The differences between men and women regarding management and outcome following MI has garnered more attention in recent years, particularly in the younger population. Several studies have illustrated a trend in which the prevalence of comorbidities is higher in women who experience an MI under age 55. Compared with men, women also had longer in-hospital length of stay, were less likely to undergo coronary revascularization, and had a higher long-term all-cause mortality following MI.2,7,8 An important study by Arora et al. noted that the overall incidence of hospitalizations for acute MI increased for young women (35–54 years old) from 1995 to 2014 but decreased in young men; furthermore, young women had a greater comorbidity burden and were less likely to receive lipid-lowering therapy, antiplatelets, beta blockers, coronary angiography, and revascularization procedures.34 However, all-cause mortality after 1 year was comparable in women versus men. Similarly, DeFillipis et al. found that women in the YOUNG-MI registry were more likely to have diabetes and less likely to undergo angiography or be discharged on aspirin, beta blockers, angiotensin-converting enzyme inhibitors/angiotensin receptor blockers, and statins.25
Coronary artery calcium (CAC) testing can detect the presence and severity of calcified coronary plaque and is useful when there is uncertainty regarding patient risk. While current guidelines provide a role for CAC testing over age 40, emerging data suggests that selective use of CAC may also be useful among younger individuals. Miedema et al. examined the association between elevated CAD and premature CHD among adults ages 30 to 49 years and found that 34% of those referred for CAC testing had atherosclerosis, although only 7% had a CAC score > 100.35 Notably, a CAC score > 100 was associated with a marked increased risk of CHD (HR 5.6; 95% CI, 2.5–12.7), CVD (HR 3.3; 95% CI, 1.8–6.2), and all-cause mortality (HR 2.6; 95% CI, 1.9–3.6) compared to those with a CAC score of 0. This study supports the fact that the presence of any plaque at a young age is indicative of higher risk and should prompt more aggressive pharmacotherapy and lifestyle changes. It is also important to note that the absence of CAC at a young age should not always be viewed as reassuring since coronary plaque may have not calcified. Thus, treatment of underlying risk factors remains important in all at-risk young adults.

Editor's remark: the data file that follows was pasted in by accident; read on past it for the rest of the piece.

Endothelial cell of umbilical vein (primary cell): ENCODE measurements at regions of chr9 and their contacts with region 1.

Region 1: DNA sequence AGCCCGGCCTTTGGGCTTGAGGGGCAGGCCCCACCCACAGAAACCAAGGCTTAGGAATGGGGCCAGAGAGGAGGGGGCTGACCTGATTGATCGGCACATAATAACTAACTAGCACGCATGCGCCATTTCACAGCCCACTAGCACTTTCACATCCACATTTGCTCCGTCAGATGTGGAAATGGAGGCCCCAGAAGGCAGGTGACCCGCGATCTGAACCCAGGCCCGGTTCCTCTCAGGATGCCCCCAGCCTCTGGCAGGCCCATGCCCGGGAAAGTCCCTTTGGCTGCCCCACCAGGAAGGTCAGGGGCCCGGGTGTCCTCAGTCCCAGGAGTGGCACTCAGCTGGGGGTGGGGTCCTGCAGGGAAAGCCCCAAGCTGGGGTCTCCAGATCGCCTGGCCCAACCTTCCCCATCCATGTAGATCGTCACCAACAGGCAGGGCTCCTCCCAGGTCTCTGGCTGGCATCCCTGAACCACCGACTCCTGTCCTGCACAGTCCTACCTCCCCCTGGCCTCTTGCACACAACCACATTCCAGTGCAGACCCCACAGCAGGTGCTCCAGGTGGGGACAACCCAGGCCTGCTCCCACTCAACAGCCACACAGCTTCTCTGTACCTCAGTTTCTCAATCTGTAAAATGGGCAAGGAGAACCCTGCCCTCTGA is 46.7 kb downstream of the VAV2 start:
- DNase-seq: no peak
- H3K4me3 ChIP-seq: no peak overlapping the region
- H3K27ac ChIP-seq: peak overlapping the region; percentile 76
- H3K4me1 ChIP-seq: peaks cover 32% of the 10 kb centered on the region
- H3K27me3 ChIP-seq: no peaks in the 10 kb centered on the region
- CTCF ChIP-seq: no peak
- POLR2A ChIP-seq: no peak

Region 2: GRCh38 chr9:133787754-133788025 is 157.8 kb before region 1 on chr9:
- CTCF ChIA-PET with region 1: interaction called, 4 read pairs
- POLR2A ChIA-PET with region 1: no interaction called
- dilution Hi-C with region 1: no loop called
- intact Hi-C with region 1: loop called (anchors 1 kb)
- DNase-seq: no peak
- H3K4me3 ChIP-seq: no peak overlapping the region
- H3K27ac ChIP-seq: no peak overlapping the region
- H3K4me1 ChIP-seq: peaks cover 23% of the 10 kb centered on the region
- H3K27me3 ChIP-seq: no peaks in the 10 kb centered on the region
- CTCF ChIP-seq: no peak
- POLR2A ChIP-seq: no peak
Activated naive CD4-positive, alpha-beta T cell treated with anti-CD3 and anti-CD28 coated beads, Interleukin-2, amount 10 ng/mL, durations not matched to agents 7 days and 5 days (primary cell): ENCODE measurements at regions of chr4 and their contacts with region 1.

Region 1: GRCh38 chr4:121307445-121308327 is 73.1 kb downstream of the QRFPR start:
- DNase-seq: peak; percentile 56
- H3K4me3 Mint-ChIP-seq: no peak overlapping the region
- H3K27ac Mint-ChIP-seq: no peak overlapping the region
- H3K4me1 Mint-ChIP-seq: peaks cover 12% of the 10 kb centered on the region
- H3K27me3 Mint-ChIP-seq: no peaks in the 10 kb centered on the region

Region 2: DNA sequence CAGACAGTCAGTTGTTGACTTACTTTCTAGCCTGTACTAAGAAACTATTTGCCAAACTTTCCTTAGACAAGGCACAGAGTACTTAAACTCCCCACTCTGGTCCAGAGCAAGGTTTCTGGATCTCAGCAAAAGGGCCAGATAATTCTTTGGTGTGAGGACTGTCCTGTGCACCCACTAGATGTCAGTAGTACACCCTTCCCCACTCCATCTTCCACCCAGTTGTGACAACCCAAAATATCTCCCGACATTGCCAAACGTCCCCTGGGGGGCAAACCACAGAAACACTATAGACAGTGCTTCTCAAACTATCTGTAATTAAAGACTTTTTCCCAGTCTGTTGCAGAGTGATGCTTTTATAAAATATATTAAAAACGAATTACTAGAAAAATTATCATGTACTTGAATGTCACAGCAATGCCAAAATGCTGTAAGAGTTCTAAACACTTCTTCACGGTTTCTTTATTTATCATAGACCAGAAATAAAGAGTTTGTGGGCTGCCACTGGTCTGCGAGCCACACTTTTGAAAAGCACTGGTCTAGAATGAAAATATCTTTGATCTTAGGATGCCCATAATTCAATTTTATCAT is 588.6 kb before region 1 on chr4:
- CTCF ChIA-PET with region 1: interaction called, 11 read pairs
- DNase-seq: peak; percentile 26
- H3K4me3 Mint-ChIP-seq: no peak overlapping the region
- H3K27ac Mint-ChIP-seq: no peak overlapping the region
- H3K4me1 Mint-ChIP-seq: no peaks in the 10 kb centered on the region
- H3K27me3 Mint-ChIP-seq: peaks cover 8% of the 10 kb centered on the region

There is an unmet need for improved risk assessment among young individuals. Future studies should evaluate whether this can be achieved by recalibrating existing risk calculators to account for factors that may be more prevalent and impactful in this age group or if new risk scores—possibly integrating data on polygenic risk or CAC—are needed. Greater emphasis should be placed on identifying existing cardiovascular risk factors rather than relying on risk scores based on age. Lifestyle therapies should be addressed sooner and more proactively in the young, including tobacco cessation, weight loss, adopting a healthy diet, and regular exercise. Selective use of CAC scores can identify individuals with premature atherosclerosis and prompt earlier initiation of lipid-lowering therapy and other interventions. Finally, physicians should routinely ask patients if they have a family history of premature heart disease. Although they require further validation, polygenic risk scores also represent a promising approach for identifying at-risk individuals and informing clinical management.
Prevention of MI in young individuals is an important public health problem. Despite being categorized as “low risk” prior to their events, most young individuals who experience an MI have pre-existing risk factors, such as obesity, diabetes, hypertension, and hyperlipidemia. Tobacco use, which occurs in approximately 50% of young adults who experience an MI, remains one of the most important modifiable risk factors. Additionally, substance abuse, tobacco use, diabetes, left ventricular systolic dysfunction, and systemic inflammatory disease are all associated with a worse long-term prognosis in those who experience an MI at a young age. These findings have important implications for both primary and secondary prevention.
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The authors have no competing interests to declare.